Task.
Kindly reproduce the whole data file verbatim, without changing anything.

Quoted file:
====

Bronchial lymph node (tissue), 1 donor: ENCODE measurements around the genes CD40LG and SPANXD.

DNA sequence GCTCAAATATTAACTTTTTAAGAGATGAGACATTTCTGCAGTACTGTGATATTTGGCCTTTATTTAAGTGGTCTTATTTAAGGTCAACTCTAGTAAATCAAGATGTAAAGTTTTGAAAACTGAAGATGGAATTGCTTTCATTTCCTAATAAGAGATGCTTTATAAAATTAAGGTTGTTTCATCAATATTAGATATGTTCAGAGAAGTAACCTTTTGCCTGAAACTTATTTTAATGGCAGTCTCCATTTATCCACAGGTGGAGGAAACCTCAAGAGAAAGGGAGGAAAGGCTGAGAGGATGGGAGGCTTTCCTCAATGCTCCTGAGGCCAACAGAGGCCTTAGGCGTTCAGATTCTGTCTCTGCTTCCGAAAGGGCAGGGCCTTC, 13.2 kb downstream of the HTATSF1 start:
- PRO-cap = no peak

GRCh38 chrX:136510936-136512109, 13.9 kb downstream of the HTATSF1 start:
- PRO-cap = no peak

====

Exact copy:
Bronchial lymph node (tissue), 1 donor: ENCODE measurements around the genes CD40LG and SPANXD.

DNA sequence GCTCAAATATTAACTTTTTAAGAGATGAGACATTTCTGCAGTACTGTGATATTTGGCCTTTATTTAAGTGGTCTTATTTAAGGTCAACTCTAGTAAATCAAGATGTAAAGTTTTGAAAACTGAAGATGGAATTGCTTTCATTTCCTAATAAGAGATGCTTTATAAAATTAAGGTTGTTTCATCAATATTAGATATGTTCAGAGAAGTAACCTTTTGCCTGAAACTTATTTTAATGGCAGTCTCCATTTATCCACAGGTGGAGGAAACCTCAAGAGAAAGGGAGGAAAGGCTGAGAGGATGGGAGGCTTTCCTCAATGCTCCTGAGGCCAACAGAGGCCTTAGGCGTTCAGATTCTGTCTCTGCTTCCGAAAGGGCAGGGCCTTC, 13.2 kb downstream of the HTATSF1 start:
- PRO-cap = no peak

GRCh38 chrX:136510936-136512109, 13.9 kb downstream of the HTATSF1 start:
- PRO-cap = no peak